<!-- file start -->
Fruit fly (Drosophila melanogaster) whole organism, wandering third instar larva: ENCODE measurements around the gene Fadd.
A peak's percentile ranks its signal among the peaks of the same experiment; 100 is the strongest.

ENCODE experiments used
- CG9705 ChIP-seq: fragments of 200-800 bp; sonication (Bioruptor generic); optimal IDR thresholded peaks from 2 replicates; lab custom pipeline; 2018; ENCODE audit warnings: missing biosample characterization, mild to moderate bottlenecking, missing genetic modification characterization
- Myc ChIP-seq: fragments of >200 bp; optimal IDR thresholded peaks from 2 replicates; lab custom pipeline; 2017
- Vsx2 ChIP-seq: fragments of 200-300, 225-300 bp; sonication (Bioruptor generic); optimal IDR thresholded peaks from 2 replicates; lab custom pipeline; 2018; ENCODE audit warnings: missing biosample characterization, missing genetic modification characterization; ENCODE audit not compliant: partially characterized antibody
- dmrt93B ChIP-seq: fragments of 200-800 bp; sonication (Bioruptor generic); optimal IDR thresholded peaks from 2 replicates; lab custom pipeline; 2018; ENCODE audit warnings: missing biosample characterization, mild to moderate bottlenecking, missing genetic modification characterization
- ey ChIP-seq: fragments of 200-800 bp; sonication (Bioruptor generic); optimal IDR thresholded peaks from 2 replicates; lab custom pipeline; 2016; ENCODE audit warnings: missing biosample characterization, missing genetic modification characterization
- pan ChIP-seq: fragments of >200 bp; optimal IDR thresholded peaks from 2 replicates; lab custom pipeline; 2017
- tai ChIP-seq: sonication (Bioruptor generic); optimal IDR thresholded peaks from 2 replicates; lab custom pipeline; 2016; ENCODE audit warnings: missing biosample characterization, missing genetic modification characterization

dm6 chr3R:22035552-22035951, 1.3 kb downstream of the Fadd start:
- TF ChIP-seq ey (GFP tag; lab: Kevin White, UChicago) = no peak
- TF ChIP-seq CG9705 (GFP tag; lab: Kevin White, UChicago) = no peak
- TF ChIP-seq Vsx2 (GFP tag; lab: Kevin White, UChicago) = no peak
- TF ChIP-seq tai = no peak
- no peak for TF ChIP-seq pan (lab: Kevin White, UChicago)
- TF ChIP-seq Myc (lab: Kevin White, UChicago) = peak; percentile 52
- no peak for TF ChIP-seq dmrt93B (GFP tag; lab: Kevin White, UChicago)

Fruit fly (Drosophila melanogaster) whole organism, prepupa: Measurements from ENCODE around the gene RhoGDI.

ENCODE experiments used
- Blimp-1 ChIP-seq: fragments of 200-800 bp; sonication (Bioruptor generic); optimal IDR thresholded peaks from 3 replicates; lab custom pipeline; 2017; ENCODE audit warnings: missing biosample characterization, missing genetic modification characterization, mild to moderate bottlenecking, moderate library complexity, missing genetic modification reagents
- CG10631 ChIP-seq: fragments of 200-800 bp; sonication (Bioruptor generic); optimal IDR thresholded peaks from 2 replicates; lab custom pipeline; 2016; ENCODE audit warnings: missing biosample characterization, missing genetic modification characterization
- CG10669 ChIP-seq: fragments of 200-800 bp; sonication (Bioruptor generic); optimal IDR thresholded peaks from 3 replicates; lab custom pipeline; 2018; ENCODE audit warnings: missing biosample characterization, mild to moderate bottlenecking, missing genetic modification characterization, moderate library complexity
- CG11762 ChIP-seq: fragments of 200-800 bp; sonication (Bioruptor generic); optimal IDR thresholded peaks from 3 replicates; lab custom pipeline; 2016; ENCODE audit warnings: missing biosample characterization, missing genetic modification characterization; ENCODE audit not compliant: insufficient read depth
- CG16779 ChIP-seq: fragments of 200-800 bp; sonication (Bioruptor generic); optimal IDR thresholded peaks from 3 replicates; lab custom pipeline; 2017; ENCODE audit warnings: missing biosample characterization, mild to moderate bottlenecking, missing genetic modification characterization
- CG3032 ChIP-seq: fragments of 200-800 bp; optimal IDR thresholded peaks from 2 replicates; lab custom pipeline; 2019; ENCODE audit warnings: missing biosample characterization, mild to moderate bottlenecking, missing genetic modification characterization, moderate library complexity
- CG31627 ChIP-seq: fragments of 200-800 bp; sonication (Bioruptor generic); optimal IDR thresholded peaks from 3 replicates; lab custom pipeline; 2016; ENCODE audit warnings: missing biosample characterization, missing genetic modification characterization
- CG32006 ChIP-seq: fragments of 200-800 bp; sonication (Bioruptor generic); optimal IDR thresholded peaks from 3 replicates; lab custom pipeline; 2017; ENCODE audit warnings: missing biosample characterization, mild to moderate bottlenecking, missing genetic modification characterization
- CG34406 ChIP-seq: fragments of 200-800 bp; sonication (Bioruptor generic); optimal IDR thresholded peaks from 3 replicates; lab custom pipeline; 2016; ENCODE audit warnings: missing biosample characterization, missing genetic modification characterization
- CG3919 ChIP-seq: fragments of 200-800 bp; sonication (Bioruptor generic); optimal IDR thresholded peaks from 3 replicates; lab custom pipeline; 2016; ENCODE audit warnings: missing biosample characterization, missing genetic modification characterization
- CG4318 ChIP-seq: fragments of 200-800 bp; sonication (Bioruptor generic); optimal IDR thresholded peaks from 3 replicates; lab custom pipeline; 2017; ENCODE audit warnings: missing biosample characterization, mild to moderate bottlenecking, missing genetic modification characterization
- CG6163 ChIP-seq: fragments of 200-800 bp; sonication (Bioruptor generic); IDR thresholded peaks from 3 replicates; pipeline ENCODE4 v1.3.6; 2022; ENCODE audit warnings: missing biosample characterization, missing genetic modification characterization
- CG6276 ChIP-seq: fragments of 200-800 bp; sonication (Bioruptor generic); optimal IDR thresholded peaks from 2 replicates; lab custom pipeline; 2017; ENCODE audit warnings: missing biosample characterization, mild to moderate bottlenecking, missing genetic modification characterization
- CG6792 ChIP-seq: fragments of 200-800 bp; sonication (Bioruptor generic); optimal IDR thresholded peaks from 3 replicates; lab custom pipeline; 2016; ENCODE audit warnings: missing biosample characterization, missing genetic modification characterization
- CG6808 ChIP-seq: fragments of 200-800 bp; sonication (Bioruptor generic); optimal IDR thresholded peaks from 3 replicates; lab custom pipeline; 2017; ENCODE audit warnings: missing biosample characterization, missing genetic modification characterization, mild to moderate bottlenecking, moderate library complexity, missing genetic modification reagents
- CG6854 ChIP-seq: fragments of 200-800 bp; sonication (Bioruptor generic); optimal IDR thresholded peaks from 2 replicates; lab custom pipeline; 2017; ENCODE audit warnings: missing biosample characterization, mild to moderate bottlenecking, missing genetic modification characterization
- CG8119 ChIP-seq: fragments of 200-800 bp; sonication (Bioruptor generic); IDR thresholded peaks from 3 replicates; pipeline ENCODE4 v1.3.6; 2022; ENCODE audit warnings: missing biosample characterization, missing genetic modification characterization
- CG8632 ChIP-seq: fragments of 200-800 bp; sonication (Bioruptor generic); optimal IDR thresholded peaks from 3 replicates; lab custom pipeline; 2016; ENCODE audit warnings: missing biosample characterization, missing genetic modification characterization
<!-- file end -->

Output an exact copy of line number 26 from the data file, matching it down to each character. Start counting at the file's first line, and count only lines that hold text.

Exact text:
- CG3032 ChIP-seq: fragments of 200-800 bp; optimal IDR thresholded peaks from 2 replicates; lab custom pipeline; 2019; ENCODE audit warnings: missing biosample characterization, mild to moderate bottlenecking, missing genetic modification characterization, moderate library complexity